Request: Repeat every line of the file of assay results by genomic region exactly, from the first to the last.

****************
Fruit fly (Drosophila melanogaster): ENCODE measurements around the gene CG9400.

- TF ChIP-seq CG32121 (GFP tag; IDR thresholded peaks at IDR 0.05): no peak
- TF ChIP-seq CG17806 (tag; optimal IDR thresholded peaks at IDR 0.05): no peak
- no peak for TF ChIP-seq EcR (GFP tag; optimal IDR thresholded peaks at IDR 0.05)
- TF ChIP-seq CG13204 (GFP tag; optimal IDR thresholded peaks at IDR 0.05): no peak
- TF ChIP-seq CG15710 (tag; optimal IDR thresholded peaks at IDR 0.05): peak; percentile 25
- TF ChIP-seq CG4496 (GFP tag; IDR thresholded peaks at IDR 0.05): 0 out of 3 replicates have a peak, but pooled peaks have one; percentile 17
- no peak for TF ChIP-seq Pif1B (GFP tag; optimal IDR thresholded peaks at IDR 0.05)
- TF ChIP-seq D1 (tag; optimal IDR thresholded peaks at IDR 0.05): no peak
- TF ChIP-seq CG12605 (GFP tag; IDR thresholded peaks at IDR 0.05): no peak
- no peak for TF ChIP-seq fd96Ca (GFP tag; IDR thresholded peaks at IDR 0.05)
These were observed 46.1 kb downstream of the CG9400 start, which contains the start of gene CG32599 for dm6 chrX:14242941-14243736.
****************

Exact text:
Fruit fly (Drosophila melanogaster): ENCODE measurements around the gene CG9400.

- TF ChIP-seq CG32121 (GFP tag; IDR thresholded peaks at IDR 0.05): no peak
- TF ChIP-seq CG17806 (tag; optimal IDR thresholded peaks at IDR 0.05): no peak
- no peak for TF ChIP-seq EcR (GFP tag; optimal IDR thresholded peaks at IDR 0.05)
- TF ChIP-seq CG13204 (GFP tag; optimal IDR thresholded peaks at IDR 0.05): no peak
- TF ChIP-seq CG15710 (tag; optimal IDR thresholded peaks at IDR 0.05): peak; percentile 25
- TF ChIP-seq CG4496 (GFP tag; IDR thresholded peaks at IDR 0.05): 0 out of 3 replicates have a peak, but pooled peaks have one; percentile 17
- no peak for TF ChIP-seq Pif1B (GFP tag; optimal IDR thresholded peaks at IDR 0.05)
- TF ChIP-seq D1 (tag; optimal IDR thresholded peaks at IDR 0.05): no peak
- TF ChIP-seq CG12605 (GFP tag; IDR thresholded peaks at IDR 0.05): no peak
- no peak for TF ChIP-seq fd96Ca (GFP tag; IDR thresholded peaks at IDR 0.05)
These were observed 46.1 kb downstream of the CG9400 start, which contains the start of gene CG32599 for dm6 chrX:14242941-14243736.